Wednesday, August 12, 2009
Eros & Christ: Sunday Confessions poem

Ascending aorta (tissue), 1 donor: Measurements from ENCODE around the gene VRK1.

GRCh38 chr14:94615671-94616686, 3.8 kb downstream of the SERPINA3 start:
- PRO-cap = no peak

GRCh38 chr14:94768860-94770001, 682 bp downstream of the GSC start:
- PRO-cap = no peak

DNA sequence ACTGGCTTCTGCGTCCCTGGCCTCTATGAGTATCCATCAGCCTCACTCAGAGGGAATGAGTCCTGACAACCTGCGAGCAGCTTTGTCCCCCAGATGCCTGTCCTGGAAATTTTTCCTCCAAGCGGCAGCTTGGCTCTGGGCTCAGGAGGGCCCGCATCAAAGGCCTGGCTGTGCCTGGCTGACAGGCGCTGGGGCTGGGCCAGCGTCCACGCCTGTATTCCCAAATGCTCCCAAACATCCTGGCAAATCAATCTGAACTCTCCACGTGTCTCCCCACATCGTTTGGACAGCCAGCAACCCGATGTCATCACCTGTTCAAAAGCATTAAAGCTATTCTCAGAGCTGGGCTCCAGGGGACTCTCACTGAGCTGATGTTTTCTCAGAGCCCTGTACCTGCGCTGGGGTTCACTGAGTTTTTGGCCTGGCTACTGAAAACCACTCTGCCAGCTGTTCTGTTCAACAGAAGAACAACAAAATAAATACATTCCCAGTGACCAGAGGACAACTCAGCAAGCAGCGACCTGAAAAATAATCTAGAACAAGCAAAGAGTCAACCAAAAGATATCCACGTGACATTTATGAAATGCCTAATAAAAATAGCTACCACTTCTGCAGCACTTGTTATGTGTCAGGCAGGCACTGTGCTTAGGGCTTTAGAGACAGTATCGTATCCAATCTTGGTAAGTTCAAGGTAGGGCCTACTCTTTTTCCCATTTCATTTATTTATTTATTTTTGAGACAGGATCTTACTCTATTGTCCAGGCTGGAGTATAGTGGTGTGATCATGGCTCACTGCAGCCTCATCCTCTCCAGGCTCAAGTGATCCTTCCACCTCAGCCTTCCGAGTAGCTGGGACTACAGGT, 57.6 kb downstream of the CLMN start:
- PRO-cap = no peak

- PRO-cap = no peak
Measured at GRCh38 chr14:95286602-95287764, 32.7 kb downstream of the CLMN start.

[Part of a series on Eros and Christ] Sunday Confessions By Maruja Every Sunday families are delivered in cars by their children “we must get there in time” our parents say with our shirts crisp our shoes shined our gold glistening we cross the broad street and walk the narrow path that leads to the church with good books and dirty souls in hand, awaiting what the priest and the pulpit has to offer us today. The sanctuary is already swollen loaded with confessions, sorrows and dreams women and men on separate sides pulling their devotionals together into psalm-sprouting desires. Aunties eye the green pastures of their sisters overlooking the blossoms in their own gardens. Uncles furtively gather downstairs gulping gossip and coffee stuffing their bellies with boasts and biriyani Derelict daughters hide the bruises of their mother's fallen expectations beneath the pleats of their technicolor saris. Surrounded by family there is no room for me here. I make my way up the stairs, towards the upper room where I find you waiting reunited. I take the open seat beside you unraveling my confessions as my knees slowly drift apart the divinity of your eyes receive me revising creation stories of fallen eves and jesus saves. As we join our voices in the Holy Qurbana the hum of your chanting guides me through taking me to transdimensional places like sun brightened stained glass we twist our auras together chanting in ecstasy Kurriye-laa-yisson. If your fingers never find themselves in the double-helix of my hair know that your poems have already blessed me with a festival of dreams. Kurielaison If my lips never find themselves in the heavens of your kiss know that our hands have already caressed each other in the kiss of peace. Kurielaison. We are one without a master. You have transformed me into a priestess and I offer you the chalice of my soul. Do what you will with my wine as you embrace the remembrance of me Our breath, no longer nomadic and separate blends and blossoms together let’s warm the walls of this church unifed by our love. Kurielaison. Kurielaison. Kurielaison. About the author: Maruja is a desi diasporic daughter, queer poet, teacher, healer and community activist who lives in New York City. Her writing is a cultural unveiling of the multiple identities that both complicate and inspire her life. Maruja’s intimate connections to spirit and ritual are framed by her upbringing in the Mar Thoma church, which traces its roots to Kerala, India. When she’s not writing, she enjoys yoga, laughing, dancing and mangoes. Acknowledgments: Maruja would like express her deep gratitude to Raphaël Armand, Elmaz Abinader, Faith Adiele and the members of VONA (Voices of Our Nation Arts Foundation) for their loving feedback on earlier versions of this poem. Editor’s note from Kittredge Cherry: During the editorial process, Maruja and I discussed the value of sacred chants in our lives and languages. Each of us has been touched by the Greek prayer “Lord, have mercy,” which is transcribed “Kurielaison” in Malayalam and “Kyrie eleison” in English. We want to share the fruits of our conversation by posting these video links: Holy Qurbana service (showing the fullness of the church, men & women sitting on separate sides, the chanting, etc.) http://www.youtube.com/watch?v=ITVLeRNrG9E& Kyrie eleison by Jodi Page-Clark (Kittredge’s favorite Kyrie) http://www.youtube.com/watch?v=0Ae6ceFv8TM Image credit: Rose window from the Gedächtniskirche (Memorial Church) in Speyer, Germany (Wikimedia Commons) __________ Coming soon: Our summer series on Eros & Christ will continue with reflections by Atlanta writer Trudie Barreras on sacred versus secular erotic texts.